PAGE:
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Human bite

Author: Kinga Ensing, 5th Year Medical Student, University of Auckland, New Zealand; Chief Editor: Dr Amanda Oakley, Dermatologist, Hamilton, New Zealand, April 2015.

Table of contents


A human bite occurs as the result of human teeth penetrating skin. This can happen on purpose if someone forcibly bites down on another person’s flesh or it can happen as an accident. Human bites have a high rate of infection.

Causes of human bite

  • Violent behavior, often with alcohol
  • Domestic violence and child abuse
  • Rough play in daycare centers
  • Sporting accidents
  • Aggressive sexual play or assault
  • Thumb sucking or nail biting
  • Occupational injury to workers in the dental field
  • Seizure-related tongue injury
  • Self-inflicted wounds in those emotionally or mentally unstable1

Symptoms and signs of human bite

The area of the bite will most likely be painful and tender to touch. The bite results in a semi-circular or oval red patch and may have bruising associated with it.2

Human bite in children

Children often have bite wounds as a result of rough play. The wounds are usually located on face, upper arms and trunk. If bite mark has an inter-canine distance of 3 cm or more, consider abuse from an adult.2

Human bite in adolescents

Adolescents typically have closed fist injuries where the teeth have scratched the knuckles. These often present as small lacerations particularly over the third and fourth metacarpophalangeal joints or the proximal interphalangeal joints of the dominant hand.2

Signs of infection

Signs of infection include:1

  • Fever
  • Redness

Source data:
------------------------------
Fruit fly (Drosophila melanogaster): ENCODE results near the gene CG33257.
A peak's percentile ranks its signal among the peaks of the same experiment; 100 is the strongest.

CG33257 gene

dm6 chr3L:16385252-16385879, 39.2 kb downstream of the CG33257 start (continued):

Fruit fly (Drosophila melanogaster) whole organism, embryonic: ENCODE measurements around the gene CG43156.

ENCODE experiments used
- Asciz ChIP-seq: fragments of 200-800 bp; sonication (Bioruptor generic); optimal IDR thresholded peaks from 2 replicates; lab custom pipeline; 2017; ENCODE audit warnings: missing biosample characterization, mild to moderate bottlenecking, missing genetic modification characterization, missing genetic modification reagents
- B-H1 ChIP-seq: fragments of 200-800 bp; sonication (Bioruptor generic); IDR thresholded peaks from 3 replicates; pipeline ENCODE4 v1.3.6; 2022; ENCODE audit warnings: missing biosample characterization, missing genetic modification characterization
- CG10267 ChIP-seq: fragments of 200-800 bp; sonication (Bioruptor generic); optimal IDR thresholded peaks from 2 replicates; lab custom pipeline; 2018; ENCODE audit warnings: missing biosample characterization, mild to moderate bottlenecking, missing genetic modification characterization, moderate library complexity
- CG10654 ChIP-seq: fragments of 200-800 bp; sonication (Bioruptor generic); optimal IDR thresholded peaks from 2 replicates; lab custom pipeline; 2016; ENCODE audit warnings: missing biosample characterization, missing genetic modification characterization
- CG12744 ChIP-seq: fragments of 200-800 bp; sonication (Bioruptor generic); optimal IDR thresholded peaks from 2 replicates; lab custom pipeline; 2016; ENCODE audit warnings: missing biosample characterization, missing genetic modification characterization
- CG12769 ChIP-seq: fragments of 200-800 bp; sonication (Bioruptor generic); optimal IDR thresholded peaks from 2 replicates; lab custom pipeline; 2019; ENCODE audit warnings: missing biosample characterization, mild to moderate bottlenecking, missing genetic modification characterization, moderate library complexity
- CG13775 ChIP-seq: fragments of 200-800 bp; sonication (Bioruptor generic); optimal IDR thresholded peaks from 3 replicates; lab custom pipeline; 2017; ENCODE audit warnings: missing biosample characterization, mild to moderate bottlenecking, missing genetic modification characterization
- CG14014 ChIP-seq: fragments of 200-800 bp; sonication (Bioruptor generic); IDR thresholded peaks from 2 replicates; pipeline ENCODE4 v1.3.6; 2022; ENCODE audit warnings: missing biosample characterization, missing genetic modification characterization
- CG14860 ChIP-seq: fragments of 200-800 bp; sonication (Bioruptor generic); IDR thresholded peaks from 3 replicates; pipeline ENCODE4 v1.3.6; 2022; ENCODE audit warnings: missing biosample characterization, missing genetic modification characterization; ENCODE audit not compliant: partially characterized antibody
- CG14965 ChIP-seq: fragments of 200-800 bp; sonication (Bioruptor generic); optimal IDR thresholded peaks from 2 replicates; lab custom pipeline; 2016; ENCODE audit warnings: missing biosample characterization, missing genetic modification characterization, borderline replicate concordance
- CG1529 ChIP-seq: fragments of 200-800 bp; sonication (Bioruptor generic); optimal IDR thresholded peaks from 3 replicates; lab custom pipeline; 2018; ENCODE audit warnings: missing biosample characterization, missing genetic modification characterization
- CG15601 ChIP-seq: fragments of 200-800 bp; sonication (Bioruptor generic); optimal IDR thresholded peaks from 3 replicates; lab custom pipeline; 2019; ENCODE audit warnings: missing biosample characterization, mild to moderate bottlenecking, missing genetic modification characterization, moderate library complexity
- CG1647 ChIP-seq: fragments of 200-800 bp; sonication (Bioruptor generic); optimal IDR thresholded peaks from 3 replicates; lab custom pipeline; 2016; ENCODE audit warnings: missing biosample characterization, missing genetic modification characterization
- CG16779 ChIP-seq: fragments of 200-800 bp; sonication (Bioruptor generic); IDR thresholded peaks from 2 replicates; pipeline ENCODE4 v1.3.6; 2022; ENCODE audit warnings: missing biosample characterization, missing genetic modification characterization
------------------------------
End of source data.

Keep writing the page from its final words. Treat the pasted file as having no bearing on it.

• Swelling
  • Tenderness
  • Purulent discharge from the wound.

Complications of human bites

Human bites have higher infection risk than animal bite wounds. This is because of the extensive bacterial flora of the human mouth and skin. One study found that in 50 patients that had an infected human bite, on average, four isolates were cultured per wound. Pathogens in human bite wounds included both aerobic and anaerobic bacteria such as:3

Complications that can arise from a bite wound infection include:1

  • Subcutaneous abscesses
  • Osteomyelitis
  • Septic arthritis and tendonitis, especially if over the knuckle area
  • Bacteraemia.

One retrospective study found that bite wounds which were greater than 3 mm or punctured had a threefold increase in infection compared to other wounds.4

Management of human bites

Wounds that have not penetrated the skin are not a cause of concern unless abuse is suspected; the resulting bruising will heal on its own.

Initial management

  • Wounds that have broken the skin surface should be stabilised.
  • Stop active bleeding by applying direct pressure.
  • Assess neurovascular function and extent of damage distal to the wound.
  • Irrigate the wound with sterile saline solution and remove visible debris
  • Tissue may require debridement.

Patients with infected bite wounds on initial evaluation need to be sent to hospital for assessment and appropriate therapy.5

Wound care for human bites

  • Swabs should be taken to aid in antibiotic management, especially if patient is at high risk of methicillin resistant Staphylococcus aureus (MRSA), eg those who have been in hospital recently, drug users, the military and so on.
  • Wounds need to be elevated to ease swelling and pain.
  • In closed fist injuries, the hand should be immobilised in a position of maximal length of ligaments.
  • Human bite wounds are generally left to heal by secondary intention, the main exception is for facial wounds which are handled by plastic surgeons.5


Even if a bite wound does not look infected, prophylactic oral antibiotics for 3–5 days are recommended, especially if:

  • The bite wound occurred on the hand or close to a bone or joint
  • The bite wound was deep
  • The wound was surgically repaired
  • It was associated with a crush injury
  • It occurred in an immunocompromised patient.

If signs of infection are found on follow up, the course of antibiotics can be extended and swabs repeated.5 The agent of choice is amoxicillin-clavulanate. Alternative agents include a combination of an antibiotics with activity against Eikenella corrodens (eg doxycycline) and an antibiotic with anaerobic activity (eg metronidazole).6


Tetanus immune globulin and tetanus toxoid should be offered to patients with less than two primary immunisations. Those without a recent booster (last five years) can be offered the tetanus toxoid alone.5



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